Are these coats of arms authentic?

    “Are these coats of arms authentic?” Ensign, Jan. 1977, 71–72

    I just got a brochure from a company offering to find out—for a fee—if my family is entitled to a coat of arms. Are these coats of arms authentic?

    Henry E. Christiansen, temple ordinance coordinator for the Genealogical Department of the Church Usually the coats of arms these companies locate are authentic for the particular family name. However, a far more important question is whether you are entitled to display the coat of arms for that family.

    Coats of arms began as symbols and emblems displayed on the shields of knights in armor. In an age of illiteracy, such symbols provided clear identification of families and individuals within families. However, there is more to heraldry than mere identification.

    Knighthood was a rare honor in medieval Europe. Nobility was even more rare. To display a particular coat of arms a person had to belong to the family legally entitled to it. Furthermore, certain branches of a family might have a variation in the coat of arms, and in many cases only the male heir had the right to use the symbol.

    Thus heraldry became more than identifying knights in armor from the symbols displayed on their shields. It is now the science of determining the hereditary right of a person to display a coat of arms or other emblem earned by an ancestor. It also includes the science of describing and recording such symbols.

    Even if there is a coat of arms for your family name, you might not be entitled to display it. One of the more common misconceptions is that all persons with the same surname are descended from a common ancestor. This is not true—and this is where fraud or error can enter into the picture.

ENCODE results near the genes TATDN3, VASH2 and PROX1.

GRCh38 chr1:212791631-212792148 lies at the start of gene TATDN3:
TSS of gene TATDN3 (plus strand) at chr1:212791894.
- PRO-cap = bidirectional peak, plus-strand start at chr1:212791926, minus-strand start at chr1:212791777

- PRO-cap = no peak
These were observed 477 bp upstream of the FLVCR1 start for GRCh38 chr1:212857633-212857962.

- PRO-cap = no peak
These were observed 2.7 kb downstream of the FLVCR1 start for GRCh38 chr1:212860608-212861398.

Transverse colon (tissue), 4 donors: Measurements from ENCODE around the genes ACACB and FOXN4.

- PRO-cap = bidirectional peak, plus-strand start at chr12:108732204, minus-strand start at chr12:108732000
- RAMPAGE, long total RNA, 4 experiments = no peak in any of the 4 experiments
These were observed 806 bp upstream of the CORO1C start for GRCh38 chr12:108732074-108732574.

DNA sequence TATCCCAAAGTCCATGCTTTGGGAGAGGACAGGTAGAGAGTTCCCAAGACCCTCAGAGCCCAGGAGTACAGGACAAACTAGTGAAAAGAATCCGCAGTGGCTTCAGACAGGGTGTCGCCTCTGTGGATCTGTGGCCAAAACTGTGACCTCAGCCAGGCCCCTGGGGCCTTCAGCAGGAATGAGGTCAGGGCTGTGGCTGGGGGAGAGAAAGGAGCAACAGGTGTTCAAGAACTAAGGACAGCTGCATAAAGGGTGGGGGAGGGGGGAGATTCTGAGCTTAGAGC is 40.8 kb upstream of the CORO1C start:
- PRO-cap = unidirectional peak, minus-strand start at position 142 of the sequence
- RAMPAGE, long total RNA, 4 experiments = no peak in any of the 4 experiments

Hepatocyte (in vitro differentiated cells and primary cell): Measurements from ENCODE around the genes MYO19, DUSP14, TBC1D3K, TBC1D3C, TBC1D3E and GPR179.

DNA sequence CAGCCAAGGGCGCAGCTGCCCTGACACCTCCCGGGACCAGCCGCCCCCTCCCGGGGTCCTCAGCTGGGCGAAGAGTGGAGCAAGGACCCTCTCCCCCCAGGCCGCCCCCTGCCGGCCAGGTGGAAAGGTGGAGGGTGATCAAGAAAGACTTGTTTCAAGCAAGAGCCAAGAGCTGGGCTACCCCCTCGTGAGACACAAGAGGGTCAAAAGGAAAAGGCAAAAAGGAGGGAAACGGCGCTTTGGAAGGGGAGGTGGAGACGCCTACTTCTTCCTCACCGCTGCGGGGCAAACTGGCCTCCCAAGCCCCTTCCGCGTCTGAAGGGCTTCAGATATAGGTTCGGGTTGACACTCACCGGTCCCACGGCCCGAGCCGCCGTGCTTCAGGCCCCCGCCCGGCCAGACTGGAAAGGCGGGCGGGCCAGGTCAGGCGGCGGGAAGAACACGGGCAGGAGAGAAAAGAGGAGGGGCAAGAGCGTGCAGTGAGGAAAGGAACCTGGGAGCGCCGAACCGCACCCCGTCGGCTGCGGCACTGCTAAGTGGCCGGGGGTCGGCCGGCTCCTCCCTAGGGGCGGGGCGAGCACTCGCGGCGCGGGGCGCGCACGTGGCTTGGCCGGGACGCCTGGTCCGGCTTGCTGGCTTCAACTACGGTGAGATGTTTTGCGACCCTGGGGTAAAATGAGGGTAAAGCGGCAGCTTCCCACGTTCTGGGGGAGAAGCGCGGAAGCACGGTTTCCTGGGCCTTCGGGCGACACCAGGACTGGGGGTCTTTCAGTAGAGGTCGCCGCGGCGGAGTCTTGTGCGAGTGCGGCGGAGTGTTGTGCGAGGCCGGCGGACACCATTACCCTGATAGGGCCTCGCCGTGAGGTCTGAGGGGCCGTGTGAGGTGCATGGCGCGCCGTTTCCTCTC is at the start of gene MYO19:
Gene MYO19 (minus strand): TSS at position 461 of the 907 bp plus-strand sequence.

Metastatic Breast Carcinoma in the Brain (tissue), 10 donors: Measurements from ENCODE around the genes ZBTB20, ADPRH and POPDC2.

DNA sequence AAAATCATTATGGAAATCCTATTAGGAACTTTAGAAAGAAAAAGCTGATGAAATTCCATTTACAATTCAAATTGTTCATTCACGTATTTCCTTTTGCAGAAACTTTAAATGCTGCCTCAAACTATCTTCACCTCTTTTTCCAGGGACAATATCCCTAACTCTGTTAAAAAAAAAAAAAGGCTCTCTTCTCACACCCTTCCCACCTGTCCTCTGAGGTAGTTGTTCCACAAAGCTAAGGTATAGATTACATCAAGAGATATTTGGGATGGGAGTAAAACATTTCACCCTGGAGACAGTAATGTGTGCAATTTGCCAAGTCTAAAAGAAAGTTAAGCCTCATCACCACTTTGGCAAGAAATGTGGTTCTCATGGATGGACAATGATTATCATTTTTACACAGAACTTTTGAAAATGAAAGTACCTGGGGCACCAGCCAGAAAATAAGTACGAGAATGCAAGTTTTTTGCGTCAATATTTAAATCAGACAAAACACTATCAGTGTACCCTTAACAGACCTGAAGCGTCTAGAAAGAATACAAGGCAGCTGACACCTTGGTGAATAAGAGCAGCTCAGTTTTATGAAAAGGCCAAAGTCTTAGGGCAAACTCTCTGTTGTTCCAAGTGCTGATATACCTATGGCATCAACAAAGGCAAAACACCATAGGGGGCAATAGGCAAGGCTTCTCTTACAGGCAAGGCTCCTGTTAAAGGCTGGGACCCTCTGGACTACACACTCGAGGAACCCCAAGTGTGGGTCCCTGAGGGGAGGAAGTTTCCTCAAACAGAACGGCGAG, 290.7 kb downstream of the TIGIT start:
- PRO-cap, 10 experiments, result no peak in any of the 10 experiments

Established family surnames that were passed on from one generation to the next began at different times in different countries. In England, surnames were established around the end of the thirteenth century. Other European nations began the custom much later, and in Scandinavia and some areas of Germany surnames were not established until the mid-1800s.

    Surnames usually began as patronymics, occupation names, or geographical names. A patronymic is the father’s first name, used by the son as a surname. For example, in old Scandinavia, if Hans had a son named Peder, his son would be called Peder Hansson. And if Peder named his son Christian, he would be called Christian Pederson—and so on. In Scotland and Ireland the prefix mac or mc meant “son of,” and in Ireland the prefix o’ was also used, giving rise to such names as McKay, or “son of Kay,” and O’Reilly, or “son of Reilly.” Welsh patronymics included ap and fitz, giving us names like Pritchard (ap Richard) and Fitzgerald.

    A man’s trade or profession might also give rise to his surname. That is why we have Smiths, Carpenters, Fenstermakers (windowmakers), and Taylors today.

    And a surname could also have come from a geographical area, such as Despain (of Spain), Van Dyke (from Dyke), Huntington, or Welch.

    Thus two people can have the same last name and yet not be descended from the same ancestor at all. If they share the last name Richards it only means that both are descended from someone named Richard. If both have the last name Miller, it only means that both had an ancestor who worked in a mill.

    So, even if there is a coat of arms for your last name, you might not be related to the family that is entitled to display it. If you are related, you may not be from the right branch of the family or you may not be the particular descendant entitled to use the coat of arms. And even if you are allowed to display the coat of arms, you may need to use a modified coat of arms showing your position in the family. Such modifications are called differencing.

    Though heraldry has no legal basis in the United States, in some countries it has the force of law, and coats of arms should only be displayed by those who can prove their claim. Space does riot permit a detailed listing of all the conditions that allow display of a coat of arms. But chances are that companies offering you a coat of arms will not make a serious effort to determine whether you have a right to use one. That is something that can be determined only by carefully documented genealogical research.